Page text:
It Takes Two

A woman sits on a man's lap while he tries to explain something. The woman is looking away from him with a disappointed facial expression. A puppy is sitting in the foreground with his head tipped to one side as though he is trying to understand what is going on.

When it comes to couples rearing a puppy, it’s not uncommon to have different views. We see it all the time. People come with their history from childhood on how to raise a dog. Our own experience with discipline also affects our training approach. Puppy rearing and training have moved on over the last decade. For most people, “positive reinforcement” (using reward-based training) is now the obvious choice. Here, we look at the top four decisions that couples will face in bringing a pup home. We hope that the dialogue will help you and your partner form a consensus on these critical issues.

Decision #1.

What style of training will you use?

There are two main types. You need to choose between puppy-friendly positive reinforcement and the use of punitive techniques.

Dog training is unregulated, so this crucial decision is yours. Reward-based training is scientifically proven to work. It’s the most forgiving approach, and it’s fun and easy to do. Using harsh methods is no fun and unfair to the dog. It can also create dangerous behavioral problems.

No matter the approach, one thing is sure, you must reach a consensus on this. It’s very confusing for a dog using both techniques, and it is unlikely to be successful.

We hope the humane approach wins.

Decision #2

Another big decision is whether or not to socialize your pup (with other dogs and our urban environment) before the puppy is completely vaccinated.

You need to know that the number one killer of young dogs is not a disease; it’s a lack of early socialization. Taking a calculated, well-informed risk and socializing your puppy before he is fully vaccinated is the best approach. Here it is explained by the American Animal Hospital Association and the American Veterinary Society of Animal Behaviour. Be cautious of ill-informed professionals, read what the experts say, and get to a socialization class.

Decision #3

Crate Training

These days most people crate train overnight, which is excellent. Daytime Crate Training is, unfortunately, overlooked. Unsupervised, puppy freedom is a high risk, and the dog will develop annoying behaviors. Nipping, biting, housetraining issues, and a lack of focus are a few problems that are likely to occur. Structure and boundaries with supervised “play” and training when out of the crate is the healthiest approach.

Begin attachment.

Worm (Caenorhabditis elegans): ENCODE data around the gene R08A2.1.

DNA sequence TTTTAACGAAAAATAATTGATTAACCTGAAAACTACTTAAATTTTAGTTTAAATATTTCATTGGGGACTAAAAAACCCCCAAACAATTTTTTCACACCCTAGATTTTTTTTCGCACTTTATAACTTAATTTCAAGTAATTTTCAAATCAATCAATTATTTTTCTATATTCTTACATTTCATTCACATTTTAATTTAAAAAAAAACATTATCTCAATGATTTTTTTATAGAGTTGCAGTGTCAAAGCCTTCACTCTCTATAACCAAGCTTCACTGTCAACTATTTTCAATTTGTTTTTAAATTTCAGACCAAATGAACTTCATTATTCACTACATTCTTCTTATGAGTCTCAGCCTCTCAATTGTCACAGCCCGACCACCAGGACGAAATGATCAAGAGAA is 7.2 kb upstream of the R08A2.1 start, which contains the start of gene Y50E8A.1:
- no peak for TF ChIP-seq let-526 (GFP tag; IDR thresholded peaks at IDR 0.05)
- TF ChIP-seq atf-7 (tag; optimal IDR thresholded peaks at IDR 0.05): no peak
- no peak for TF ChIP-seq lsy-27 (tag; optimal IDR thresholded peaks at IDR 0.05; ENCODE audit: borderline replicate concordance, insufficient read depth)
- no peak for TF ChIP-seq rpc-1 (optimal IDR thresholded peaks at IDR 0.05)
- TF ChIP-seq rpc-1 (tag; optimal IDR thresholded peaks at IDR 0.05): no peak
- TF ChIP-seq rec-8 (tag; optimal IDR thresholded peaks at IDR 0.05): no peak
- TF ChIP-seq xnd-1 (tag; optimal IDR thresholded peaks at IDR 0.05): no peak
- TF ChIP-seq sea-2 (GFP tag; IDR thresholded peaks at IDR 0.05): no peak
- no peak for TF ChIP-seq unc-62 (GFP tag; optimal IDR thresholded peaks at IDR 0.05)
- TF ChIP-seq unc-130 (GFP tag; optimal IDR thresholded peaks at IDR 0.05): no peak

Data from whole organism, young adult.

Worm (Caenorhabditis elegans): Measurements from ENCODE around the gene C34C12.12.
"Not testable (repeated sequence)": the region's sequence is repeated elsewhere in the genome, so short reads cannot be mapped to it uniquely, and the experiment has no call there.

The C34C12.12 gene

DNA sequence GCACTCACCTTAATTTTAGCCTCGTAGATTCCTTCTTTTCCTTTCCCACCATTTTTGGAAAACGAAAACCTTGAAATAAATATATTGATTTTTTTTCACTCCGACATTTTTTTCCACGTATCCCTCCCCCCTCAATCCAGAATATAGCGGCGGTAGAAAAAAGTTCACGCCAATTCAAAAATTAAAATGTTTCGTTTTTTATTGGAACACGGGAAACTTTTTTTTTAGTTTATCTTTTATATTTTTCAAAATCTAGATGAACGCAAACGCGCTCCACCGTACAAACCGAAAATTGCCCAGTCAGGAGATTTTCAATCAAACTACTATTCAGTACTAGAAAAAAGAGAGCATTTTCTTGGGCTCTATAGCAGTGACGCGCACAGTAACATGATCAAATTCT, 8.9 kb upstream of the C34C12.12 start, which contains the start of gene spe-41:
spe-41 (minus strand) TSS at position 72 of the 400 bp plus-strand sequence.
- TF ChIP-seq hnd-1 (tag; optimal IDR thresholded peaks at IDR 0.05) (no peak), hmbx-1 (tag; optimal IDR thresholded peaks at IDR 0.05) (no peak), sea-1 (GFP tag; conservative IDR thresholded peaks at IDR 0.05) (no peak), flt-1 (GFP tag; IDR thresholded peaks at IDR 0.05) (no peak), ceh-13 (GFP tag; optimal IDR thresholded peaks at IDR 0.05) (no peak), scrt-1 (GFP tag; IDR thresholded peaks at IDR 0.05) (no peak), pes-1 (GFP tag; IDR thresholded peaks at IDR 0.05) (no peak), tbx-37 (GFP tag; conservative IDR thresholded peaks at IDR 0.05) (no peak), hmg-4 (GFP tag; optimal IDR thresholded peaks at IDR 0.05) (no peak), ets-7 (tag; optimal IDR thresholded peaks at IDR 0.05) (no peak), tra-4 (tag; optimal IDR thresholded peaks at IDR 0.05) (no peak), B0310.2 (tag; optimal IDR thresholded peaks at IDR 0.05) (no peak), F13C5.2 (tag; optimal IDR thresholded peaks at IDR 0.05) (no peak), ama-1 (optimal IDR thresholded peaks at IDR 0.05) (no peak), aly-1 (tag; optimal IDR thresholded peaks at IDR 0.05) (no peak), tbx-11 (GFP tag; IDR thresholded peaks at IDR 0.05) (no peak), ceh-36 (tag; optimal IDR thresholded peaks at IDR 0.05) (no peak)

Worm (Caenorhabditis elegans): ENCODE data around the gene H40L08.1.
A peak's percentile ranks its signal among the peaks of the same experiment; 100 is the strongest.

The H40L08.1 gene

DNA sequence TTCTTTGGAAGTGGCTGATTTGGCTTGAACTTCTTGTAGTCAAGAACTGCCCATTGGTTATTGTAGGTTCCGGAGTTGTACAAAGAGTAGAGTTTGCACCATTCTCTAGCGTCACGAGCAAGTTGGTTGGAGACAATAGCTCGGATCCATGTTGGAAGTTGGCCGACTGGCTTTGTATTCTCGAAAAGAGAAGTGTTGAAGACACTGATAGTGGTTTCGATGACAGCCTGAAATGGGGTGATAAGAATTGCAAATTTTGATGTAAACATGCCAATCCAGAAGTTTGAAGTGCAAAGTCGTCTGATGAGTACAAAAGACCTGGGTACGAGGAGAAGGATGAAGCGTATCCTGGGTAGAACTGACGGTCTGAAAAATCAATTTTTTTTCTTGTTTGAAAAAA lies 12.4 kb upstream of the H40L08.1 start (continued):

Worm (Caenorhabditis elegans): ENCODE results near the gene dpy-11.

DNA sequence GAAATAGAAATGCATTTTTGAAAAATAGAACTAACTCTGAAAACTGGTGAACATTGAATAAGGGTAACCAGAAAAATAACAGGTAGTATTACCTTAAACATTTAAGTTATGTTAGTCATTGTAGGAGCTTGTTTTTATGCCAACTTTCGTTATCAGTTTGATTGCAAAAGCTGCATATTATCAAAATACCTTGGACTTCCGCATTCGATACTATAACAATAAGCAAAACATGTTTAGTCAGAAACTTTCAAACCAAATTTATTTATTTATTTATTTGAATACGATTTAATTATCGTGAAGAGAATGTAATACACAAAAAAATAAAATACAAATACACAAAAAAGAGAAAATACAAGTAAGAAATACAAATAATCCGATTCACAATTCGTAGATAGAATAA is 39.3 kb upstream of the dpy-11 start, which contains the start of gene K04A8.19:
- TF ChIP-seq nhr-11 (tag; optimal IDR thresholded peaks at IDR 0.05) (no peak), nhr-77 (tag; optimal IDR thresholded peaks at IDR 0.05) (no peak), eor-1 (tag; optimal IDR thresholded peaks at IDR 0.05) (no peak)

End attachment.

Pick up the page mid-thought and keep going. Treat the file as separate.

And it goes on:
You and your partner need to decide that you can put up with some puppy peeping until he settles down in the crate. Don’t worry, it’s natural. Your pup will soon settle into the routine of being in his crate, and you’ll be happy that he’s not underfoot. Take him out regularly, do some training and put him back in the crate while you are both still successful. He’ll tire quickly, at which point, he doesn’t learn well, so keep time spent out of the crate short and successful.

Decision #4

What to prioritize first? House Training, Puppy Life Skills, Preventive Training or Socialization?

We think it’s important that you and your partner understand that Socialization and Preventative Exercises should be your priority.

House Training is what most people focus on. In the big picture, it’s the easiest thing to do and a no-brainer when you get some help and stick to a game plan. This is why we put House Training at the bottom of the list.

However, for your puppy to be successful, you must understand that there’s a small window of opportunity. The window is between birth and sixteen weeks. This period is when your puppy is highly adaptable and must learn to socialize with other dogs, meet new people, and become comfortable in a complex environment. To be successful, you must both work hard to socialize him during this brief period.

Along with socialization comes the idea of preventative exercises; these are games and training exercises that prevent the development of problem behaviors like food (or toy) guarding, biting and nipping, and separation anxiety. The need for early-socialization is increasingly well understood, and it’s likely to be recommended to you by your vet or trainer. However, the need to do training exercises with your pup to pro-actively stop the development of undesirable behaviors is a relatively new concept. So, please read up on this and incorporate preventative practices into your game plan.

You may be surprised that we don’t give Puppy Life Skills training top billing. Manners are indispensable but understand that things like like house training; sit, stand and down are not time-sensitive, so focus on your socialization and preventative work.

From our own experience, we all know couples that wait until they have a child before discussing their values. It’s not surprising that the same thing happens when people get a dog. Bringing a puppy into your life together should be something that brings you together. Discuss the significant four issues and do a little reading before you start on what will be a great experience.

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